10
\$\begingroup\$

Op-Amp

I understand that, for an ideal opamp, Vo is bounded by Vee and Vcc (i.e.; Vee < Vo < Vcc).

But, what about the input voltage range? What is the allowed input voltage range in which opamp works normally? Can we apply Vn and Vi voltages which are below Vee or above Vcc? For single supply opamps, can we apply negative input voltages?

Does opamp being ideal, practical, rail to rail change the answer of this question?

\$\endgroup\$
10
\$\begingroup\$
  • In normal operation, V+ and V- are the same. If they are different, the op-amp is being used as a comparator.

  • An important spec in choosing an op-amp is the "input common-mode voltage" range. The voltages at the inputs must be in this range for proper operation.

  • Some op-amps are "RRIO" or rail-to-rail input/output. As you might guess, this means the input common mode range goes from the Vee rail to the Vcc rail.

  • Some op-amps which include only the Vee rail in the common-mode range are referred to as "single-supply" op-amps.

Here is the spec in the LM324 datasheet: enter image description here

\$\endgroup\$
2
\$\begingroup\$

It's important to note that some op amps can behave very strangely if either input voltage gets too close to the supply rails. If an op amp has a common-mode voltage range that extends down to 0.5 volts, for example, that would clearly imply that if both inputs are below 0.5 volts the op amp might be unable to distinguish which is higher. On some such op amps, however, an input which goes below 0.5 volts might be regarded as being higher than the other input--even if the other input is well above 0.5 volts.

\$\endgroup\$
2
\$\begingroup\$

(1) What they all said.

(2) Note that a few opamps can swing to slightly beyond supply rails - this is achieved by generating voltages within the opamp that give it a true operating voltage wider than what is supplied.

(3) Note that common mode range is allowable voltage which eitherm input MUST be within. It is not the difference between them. If either is outside the range then it is not guaranteed to work.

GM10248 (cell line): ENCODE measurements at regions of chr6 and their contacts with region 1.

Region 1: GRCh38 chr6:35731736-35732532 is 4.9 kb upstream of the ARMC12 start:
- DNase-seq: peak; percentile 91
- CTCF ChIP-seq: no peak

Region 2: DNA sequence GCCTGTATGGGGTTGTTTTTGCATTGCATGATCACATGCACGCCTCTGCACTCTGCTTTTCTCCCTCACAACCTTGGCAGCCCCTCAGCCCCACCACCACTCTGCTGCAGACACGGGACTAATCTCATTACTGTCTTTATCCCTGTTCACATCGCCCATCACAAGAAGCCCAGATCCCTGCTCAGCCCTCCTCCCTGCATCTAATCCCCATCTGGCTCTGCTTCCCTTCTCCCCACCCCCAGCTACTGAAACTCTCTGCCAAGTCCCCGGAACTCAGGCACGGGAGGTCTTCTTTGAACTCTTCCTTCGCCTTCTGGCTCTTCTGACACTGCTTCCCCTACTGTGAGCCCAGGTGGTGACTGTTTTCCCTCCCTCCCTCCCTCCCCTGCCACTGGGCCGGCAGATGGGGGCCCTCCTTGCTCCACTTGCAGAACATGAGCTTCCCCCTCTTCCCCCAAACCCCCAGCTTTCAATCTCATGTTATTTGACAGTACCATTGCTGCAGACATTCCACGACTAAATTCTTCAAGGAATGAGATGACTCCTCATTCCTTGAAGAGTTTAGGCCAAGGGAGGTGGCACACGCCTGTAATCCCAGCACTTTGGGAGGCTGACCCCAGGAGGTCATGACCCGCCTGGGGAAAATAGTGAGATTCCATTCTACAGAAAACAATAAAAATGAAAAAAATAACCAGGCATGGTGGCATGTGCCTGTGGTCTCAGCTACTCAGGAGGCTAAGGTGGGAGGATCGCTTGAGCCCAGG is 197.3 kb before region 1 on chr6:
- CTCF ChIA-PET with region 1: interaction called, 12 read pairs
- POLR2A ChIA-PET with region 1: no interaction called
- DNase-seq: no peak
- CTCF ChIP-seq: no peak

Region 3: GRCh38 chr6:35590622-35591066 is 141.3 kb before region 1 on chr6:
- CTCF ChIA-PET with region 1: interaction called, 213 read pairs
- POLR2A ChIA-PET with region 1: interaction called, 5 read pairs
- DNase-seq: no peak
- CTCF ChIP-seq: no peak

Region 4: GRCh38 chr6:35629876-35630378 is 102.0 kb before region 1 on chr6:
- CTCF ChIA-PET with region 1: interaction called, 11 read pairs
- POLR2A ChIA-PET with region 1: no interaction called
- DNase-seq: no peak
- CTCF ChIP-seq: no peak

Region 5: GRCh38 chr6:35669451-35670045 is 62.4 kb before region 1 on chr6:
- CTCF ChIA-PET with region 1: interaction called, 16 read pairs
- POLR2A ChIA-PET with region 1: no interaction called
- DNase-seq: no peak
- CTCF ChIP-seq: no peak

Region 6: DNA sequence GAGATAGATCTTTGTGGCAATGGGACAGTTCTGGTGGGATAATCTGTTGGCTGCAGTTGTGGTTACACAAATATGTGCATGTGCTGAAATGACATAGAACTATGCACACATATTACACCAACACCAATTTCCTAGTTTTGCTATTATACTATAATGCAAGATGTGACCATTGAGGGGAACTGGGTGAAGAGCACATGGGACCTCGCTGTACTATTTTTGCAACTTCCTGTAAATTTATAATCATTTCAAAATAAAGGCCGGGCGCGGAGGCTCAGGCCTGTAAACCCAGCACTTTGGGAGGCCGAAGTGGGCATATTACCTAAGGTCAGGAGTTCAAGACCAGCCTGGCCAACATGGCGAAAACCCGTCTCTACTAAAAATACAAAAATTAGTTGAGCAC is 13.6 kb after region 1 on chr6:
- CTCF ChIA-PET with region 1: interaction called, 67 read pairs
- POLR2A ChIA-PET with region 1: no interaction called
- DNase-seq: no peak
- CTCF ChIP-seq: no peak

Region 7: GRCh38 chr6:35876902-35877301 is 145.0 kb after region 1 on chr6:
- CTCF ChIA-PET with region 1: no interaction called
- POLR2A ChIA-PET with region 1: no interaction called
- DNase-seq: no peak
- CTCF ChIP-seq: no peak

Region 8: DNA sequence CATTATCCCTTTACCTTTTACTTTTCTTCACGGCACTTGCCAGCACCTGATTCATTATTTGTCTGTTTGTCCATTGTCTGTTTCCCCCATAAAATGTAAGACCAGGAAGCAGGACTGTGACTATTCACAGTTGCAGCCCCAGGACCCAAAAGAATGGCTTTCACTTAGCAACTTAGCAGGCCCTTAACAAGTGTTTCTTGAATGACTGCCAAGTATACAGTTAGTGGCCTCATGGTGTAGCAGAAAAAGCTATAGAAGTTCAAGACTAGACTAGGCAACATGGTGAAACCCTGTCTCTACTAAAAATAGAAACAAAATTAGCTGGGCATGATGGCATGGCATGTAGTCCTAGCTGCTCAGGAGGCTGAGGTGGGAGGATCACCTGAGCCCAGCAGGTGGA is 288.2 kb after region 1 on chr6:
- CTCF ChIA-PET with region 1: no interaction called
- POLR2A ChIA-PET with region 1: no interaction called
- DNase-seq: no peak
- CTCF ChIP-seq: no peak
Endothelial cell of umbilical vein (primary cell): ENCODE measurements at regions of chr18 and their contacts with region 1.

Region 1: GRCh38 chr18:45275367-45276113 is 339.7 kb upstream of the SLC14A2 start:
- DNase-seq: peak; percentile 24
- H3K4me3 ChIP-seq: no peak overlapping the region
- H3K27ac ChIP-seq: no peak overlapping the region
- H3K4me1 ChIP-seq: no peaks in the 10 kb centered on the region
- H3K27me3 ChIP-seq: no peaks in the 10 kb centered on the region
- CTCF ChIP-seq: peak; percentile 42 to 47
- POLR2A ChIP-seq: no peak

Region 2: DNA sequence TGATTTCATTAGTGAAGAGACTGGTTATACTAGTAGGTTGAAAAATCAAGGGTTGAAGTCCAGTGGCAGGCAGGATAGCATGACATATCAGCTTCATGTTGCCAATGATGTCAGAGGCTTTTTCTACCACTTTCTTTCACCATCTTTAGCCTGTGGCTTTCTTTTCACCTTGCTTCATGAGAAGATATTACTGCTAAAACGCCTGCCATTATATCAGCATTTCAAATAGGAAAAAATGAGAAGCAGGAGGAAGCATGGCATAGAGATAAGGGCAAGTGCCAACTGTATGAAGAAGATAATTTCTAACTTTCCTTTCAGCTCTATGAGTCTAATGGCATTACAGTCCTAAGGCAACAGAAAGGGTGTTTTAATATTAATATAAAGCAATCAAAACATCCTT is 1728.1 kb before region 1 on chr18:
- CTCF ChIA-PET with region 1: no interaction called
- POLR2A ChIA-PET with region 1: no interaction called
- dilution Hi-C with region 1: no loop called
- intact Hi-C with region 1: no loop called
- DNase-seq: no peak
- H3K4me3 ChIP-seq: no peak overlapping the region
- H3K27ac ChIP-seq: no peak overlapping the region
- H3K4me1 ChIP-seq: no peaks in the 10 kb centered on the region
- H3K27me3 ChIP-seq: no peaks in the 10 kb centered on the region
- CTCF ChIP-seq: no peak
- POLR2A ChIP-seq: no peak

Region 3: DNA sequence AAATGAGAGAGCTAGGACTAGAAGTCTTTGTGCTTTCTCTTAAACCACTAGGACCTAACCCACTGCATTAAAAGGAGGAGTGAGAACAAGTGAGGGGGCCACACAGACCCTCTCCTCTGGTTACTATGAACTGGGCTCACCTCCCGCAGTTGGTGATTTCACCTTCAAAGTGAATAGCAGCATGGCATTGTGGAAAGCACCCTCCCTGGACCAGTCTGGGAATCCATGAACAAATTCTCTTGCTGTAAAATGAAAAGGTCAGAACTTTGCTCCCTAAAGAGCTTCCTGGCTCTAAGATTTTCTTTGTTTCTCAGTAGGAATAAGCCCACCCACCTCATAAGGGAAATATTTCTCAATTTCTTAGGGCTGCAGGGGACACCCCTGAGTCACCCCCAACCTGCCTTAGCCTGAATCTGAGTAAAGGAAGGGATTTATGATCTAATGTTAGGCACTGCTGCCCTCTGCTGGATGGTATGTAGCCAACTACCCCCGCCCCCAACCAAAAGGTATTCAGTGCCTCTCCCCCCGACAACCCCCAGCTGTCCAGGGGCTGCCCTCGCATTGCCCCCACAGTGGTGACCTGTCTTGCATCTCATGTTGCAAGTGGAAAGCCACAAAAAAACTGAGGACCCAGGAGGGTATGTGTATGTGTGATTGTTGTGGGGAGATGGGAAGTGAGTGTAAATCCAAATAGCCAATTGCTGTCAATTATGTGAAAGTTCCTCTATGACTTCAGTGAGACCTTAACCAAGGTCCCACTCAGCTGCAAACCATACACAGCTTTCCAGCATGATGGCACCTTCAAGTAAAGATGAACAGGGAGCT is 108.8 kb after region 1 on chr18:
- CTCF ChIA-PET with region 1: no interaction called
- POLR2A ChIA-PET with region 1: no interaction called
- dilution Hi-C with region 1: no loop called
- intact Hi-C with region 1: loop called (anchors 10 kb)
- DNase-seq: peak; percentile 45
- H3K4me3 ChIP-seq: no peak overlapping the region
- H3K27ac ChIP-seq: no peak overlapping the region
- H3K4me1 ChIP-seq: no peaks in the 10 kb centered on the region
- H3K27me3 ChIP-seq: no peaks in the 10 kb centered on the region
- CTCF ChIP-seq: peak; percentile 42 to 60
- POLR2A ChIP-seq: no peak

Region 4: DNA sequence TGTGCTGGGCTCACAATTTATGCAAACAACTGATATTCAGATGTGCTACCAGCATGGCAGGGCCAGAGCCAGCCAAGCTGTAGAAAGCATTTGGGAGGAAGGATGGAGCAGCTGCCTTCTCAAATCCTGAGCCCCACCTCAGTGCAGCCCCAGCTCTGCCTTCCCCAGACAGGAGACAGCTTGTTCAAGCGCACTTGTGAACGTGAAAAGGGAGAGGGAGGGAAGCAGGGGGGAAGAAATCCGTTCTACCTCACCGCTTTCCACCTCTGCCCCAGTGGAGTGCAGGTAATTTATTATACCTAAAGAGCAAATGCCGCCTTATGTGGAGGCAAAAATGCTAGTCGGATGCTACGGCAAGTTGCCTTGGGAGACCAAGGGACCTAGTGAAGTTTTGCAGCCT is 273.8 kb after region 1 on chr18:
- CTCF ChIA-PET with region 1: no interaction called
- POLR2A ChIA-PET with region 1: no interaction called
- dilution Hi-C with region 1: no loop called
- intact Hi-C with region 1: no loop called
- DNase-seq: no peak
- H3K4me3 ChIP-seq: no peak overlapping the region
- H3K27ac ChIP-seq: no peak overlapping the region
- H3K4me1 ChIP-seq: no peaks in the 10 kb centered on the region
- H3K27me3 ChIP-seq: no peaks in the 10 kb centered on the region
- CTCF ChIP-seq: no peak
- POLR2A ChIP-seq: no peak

\$\endgroup\$
1
\$\begingroup\$

The input voltage range can vary, but has to be within the supply voltages (you may see some that can go e.g. 0.3V above/below) so if single supply then no negative voltages are allowed.
It depends on how the differential input stage is set up, some opamps use a complementary input pair (P-channel and N-channel in parallel) to achieve a rail to rail input, each pair covering part of the range.
Generally there will be information about the common mode input range in the datasheets, here is an example of an opamp without a rail to rail input range (specs are for +/-5V):

Common mode range example

\$\endgroup\$
1
\$\begingroup\$

The specification you are looking for is called "input common mode range", and is almost always limited to the supply rails. On many opamps, it's limited to somewhat less in one or both directions.

You can take a normal opamp and make one with a large input voltage range exceeding the supply limits by putting a resistor divider in front of each input. The input offset voltage also gets multiplied by the same value though, and it will cut down on common mode rejection to the extent that the dividers aren't exactly matched.

If your input signal is AC, then you can get a very large input common mode range by transformer coupling.

\$\endgroup\$
0
\$\begingroup\$

But note in a inverter the input to the resistor connected to the inverting input can easily be much larger than the op amp limit. The overall circuit function can often keep the inverting input within range.

\$\endgroup\$

Your Answer

By clicking “Post Your Answer”, you agree to our terms of service, privacy policy and cookie policy

Not the answer you're looking for? Browse other questions tagged or ask your own question.